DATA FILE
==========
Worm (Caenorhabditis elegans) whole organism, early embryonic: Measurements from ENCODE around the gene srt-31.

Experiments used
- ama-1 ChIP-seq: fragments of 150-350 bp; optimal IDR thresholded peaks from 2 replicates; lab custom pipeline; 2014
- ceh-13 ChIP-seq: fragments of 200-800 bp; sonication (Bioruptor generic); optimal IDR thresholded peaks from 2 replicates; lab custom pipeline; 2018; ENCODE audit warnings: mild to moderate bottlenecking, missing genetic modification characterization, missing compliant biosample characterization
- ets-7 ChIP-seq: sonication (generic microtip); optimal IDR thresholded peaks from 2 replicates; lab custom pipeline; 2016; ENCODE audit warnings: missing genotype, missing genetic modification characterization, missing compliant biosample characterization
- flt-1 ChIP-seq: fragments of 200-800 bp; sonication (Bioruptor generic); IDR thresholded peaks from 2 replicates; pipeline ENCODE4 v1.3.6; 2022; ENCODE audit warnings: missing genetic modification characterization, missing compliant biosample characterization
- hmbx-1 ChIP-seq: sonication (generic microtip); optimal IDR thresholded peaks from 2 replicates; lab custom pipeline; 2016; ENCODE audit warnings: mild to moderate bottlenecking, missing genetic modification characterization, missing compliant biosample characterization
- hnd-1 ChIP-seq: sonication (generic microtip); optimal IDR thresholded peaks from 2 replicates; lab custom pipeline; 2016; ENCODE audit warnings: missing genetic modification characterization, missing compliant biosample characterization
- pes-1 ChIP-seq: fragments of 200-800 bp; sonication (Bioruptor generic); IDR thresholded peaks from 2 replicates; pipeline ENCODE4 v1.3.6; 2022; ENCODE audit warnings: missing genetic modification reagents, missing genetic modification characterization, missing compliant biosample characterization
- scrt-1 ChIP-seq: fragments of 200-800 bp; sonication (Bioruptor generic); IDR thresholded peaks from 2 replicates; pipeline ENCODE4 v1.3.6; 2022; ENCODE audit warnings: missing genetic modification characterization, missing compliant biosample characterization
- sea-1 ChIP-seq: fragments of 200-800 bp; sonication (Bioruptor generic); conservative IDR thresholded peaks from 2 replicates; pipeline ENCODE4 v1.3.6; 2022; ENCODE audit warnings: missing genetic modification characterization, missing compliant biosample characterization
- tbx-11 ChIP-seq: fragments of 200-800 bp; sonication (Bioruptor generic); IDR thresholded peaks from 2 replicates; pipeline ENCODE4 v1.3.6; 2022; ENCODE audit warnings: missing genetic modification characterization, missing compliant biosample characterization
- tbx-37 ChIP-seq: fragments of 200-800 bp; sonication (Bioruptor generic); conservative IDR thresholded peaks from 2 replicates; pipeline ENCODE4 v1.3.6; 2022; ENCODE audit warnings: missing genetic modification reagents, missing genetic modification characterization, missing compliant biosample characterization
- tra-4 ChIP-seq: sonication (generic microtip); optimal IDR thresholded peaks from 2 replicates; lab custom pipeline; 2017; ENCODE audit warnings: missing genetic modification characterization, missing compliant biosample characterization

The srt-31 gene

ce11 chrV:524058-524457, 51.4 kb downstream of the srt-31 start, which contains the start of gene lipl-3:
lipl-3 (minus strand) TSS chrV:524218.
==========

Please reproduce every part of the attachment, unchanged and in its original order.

Worm (Caenorhabditis elegans) whole organism, early embryonic: Measurements from ENCODE around the gene srt-31.

Experiments used
- ama-1 ChIP-seq: fragments of 150-350 bp; optimal IDR thresholded peaks from 2 replicates; lab custom pipeline; 2014
- ceh-13 ChIP-seq: fragments of 200-800 bp; sonication (Bioruptor generic); optimal IDR thresholded peaks from 2 replicates; lab custom pipeline; 2018; ENCODE audit warnings: mild to moderate bottlenecking, missing genetic modification characterization, missing compliant biosample characterization
- ets-7 ChIP-seq: sonication (generic microtip); optimal IDR thresholded peaks from 2 replicates; lab custom pipeline; 2016; ENCODE audit warnings: missing genotype, missing genetic modification characterization, missing compliant biosample characterization
- flt-1 ChIP-seq: fragments of 200-800 bp; sonication (Bioruptor generic); IDR thresholded peaks from 2 replicates; pipeline ENCODE4 v1.3.6; 2022; ENCODE audit warnings: missing genetic modification characterization, missing compliant biosample characterization
- hmbx-1 ChIP-seq: sonication (generic microtip); optimal IDR thresholded peaks from 2 replicates; lab custom pipeline; 2016; ENCODE audit warnings: mild to moderate bottlenecking, missing genetic modification characterization, missing compliant biosample characterization
- hnd-1 ChIP-seq: sonication (generic microtip); optimal IDR thresholded peaks from 2 replicates; lab custom pipeline; 2016; ENCODE audit warnings: missing genetic modification characterization, missing compliant biosample characterization
- pes-1 ChIP-seq: fragments of 200-800 bp; sonication (Bioruptor generic); IDR thresholded peaks from 2 replicates; pipeline ENCODE4 v1.3.6; 2022; ENCODE audit warnings: missing genetic modification reagents, missing genetic modification characterization, missing compliant biosample characterization
- scrt-1 ChIP-seq: fragments of 200-800 bp; sonication (Bioruptor generic); IDR thresholded peaks from 2 replicates; pipeline ENCODE4 v1.3.6; 2022; ENCODE audit warnings: missing genetic modification characterization, missing compliant biosample characterization
- sea-1 ChIP-seq: fragments of 200-800 bp; sonication (Bioruptor generic); conservative IDR thresholded peaks from 2 replicates; pipeline ENCODE4 v1.3.6; 2022; ENCODE audit warnings: missing genetic modification characterization, missing compliant biosample characterization
- tbx-11 ChIP-seq: fragments of 200-800 bp; sonication (Bioruptor generic); IDR thresholded peaks from 2 replicates; pipeline ENCODE4 v1.3.6; 2022; ENCODE audit warnings: missing genetic modification characterization, missing compliant biosample characterization
- tbx-37 ChIP-seq: fragments of 200-800 bp; sonication (Bioruptor generic); conservative IDR thresholded peaks from 2 replicates; pipeline ENCODE4 v1.3.6; 2022; ENCODE audit warnings: missing genetic modification reagents, missing genetic modification characterization, missing compliant biosample characterization
- tra-4 ChIP-seq: sonication (generic microtip); optimal IDR thresholded peaks from 2 replicates; lab custom pipeline; 2017; ENCODE audit warnings: missing genetic modification characterization, missing compliant biosample characterization

The srt-31 gene

ce11 chrV:524058-524457, 51.4 kb downstream of the srt-31 start, which contains the start of gene lipl-3:
lipl-3 (minus strand) TSS chrV:524218.